[UPDATE 01-15-19 9:00 am: In November 2018, Hussian College took over for-profit Daymar College, which in 2015 agreed to a $12.4 million settlement to end a lawsuit, alleging deceptive practices, brought by Kentucky’s attorney general.]
Such an approach would be consistent with the recent and proposed conversions of for-profit schools including Kaplan/Purdue Global, Bridgepoint, and Grand Canyon, the Arizona-based college previously run by Brent Richardson, who is now the CEO of DCEH. That structure allows a school to advertise itself as non-profit, thus avoiding the stigma created by the predatory behavior of many for-profit schools, and avoid the federal regulations that apply to for-profit schools, while allowing a for-profit company tied to the school to keep making big profits off students and taxpayers, and to retain incentives, at least, to act in a predatory manner — high prices, deceptive recruiting, low spending on instruction.
The new approach also is consistent with evidence that emerged that Richardson was from the start seeking to leverage non-profit DCEH to make money for for-profit schools and other businesses in which he and his family and close associates were invested. Finally, the new DCEH structure is consistent with new proposals by the DeVos Department of Education, scheduled to be debated in public starting tomorrow, that would allow taxpayer money to finance the wholesale shift of education services from entities separate from accredited colleges.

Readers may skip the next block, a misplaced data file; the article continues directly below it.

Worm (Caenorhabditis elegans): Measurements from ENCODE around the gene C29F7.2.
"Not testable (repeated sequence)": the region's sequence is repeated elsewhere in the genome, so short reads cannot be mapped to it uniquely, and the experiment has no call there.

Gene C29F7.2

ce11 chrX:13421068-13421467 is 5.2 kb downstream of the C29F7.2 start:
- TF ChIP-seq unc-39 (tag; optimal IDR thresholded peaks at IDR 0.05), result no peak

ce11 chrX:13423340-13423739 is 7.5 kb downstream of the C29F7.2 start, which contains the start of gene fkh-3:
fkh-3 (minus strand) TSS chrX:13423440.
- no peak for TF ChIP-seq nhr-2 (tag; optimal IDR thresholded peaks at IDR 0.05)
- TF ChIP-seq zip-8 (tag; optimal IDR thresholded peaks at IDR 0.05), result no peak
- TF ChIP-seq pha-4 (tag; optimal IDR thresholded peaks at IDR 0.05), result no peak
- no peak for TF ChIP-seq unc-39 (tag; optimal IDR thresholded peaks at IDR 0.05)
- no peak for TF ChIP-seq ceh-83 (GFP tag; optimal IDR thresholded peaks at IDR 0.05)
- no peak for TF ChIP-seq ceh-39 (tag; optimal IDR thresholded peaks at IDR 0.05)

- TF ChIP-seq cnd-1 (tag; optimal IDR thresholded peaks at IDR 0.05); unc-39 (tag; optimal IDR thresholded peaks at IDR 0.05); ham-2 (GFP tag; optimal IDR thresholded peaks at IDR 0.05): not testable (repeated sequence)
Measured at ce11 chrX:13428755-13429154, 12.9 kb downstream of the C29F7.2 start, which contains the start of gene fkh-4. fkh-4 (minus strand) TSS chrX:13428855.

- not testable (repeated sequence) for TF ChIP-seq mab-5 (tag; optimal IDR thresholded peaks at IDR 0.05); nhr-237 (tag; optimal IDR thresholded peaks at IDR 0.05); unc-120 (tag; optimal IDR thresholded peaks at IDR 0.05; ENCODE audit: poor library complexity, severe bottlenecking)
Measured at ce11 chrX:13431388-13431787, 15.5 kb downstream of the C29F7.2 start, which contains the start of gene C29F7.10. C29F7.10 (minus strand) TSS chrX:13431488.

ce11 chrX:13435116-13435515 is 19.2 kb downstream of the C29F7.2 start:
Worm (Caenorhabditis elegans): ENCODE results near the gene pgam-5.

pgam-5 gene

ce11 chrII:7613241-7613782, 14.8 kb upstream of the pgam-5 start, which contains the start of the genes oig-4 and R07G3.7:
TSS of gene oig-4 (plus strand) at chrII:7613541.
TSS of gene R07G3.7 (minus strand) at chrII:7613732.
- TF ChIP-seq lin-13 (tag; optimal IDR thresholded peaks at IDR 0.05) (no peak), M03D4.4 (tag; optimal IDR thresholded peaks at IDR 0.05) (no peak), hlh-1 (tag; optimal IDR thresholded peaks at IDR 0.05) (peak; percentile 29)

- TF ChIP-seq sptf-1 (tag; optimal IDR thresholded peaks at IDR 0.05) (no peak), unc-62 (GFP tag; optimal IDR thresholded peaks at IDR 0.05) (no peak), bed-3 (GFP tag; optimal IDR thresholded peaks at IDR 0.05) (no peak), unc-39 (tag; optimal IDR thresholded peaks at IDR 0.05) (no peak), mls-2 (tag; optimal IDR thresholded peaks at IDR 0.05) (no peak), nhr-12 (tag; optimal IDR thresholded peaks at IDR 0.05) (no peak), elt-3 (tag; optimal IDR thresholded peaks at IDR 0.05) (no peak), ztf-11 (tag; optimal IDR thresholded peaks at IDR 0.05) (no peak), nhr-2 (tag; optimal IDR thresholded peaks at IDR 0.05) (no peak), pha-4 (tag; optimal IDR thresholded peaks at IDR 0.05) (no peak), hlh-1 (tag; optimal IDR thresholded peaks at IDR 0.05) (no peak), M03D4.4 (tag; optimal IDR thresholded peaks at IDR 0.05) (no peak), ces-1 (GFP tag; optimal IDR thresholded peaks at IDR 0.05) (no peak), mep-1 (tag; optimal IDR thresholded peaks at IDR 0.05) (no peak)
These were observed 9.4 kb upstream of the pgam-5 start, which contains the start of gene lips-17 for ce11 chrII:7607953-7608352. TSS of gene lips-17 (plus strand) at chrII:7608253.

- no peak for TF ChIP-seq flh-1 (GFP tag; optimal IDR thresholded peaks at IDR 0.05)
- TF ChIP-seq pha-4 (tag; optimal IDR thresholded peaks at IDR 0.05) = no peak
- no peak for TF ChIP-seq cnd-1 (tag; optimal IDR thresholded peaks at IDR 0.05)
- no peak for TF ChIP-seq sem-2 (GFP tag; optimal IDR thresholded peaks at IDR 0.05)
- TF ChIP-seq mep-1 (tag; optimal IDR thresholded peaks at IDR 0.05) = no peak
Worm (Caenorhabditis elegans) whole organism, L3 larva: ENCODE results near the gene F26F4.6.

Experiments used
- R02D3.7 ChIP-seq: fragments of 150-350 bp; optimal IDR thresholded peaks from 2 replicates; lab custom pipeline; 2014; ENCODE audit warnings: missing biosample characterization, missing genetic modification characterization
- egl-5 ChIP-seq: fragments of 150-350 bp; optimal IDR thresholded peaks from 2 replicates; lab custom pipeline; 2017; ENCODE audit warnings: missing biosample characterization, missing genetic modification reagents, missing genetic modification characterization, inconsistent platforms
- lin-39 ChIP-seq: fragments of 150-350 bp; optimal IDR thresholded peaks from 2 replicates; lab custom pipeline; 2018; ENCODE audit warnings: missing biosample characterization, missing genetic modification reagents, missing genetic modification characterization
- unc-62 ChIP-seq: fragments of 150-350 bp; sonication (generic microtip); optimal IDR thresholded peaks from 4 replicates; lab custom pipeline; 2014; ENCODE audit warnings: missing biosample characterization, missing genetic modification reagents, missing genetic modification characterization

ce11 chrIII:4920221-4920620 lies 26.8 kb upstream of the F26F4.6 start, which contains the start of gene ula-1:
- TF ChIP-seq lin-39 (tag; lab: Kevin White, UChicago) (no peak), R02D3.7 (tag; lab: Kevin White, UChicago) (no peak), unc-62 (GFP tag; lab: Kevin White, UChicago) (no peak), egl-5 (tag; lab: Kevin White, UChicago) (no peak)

According to Barton’s email, the DCEH restructuring was accomplished “with assistance from the U.S. Department of Education (DoE), our senior lenders and other strategic partners” –meaning the DeVos Department has apparently blessed the deal.
The Department confirmed the reorganization in a statement to the Pittsburgh Post-Gazette.
Barton didn’t name the new non-profit or non-profits that will take over the Art Institutes and South. (According to the Post-Gazette, the Ai schools will be transferred to the Education Principle Foundation. UPDATE: A separate email to South University staff names the same foundation as the one taking over South. UPDATE: The Education Principle Foundation was started by the same people behind Colbeck.) But Barton implied that more campus closures might be ahead: “We will continue evaluation of all campus locations across education systems to determine where students can best be served.”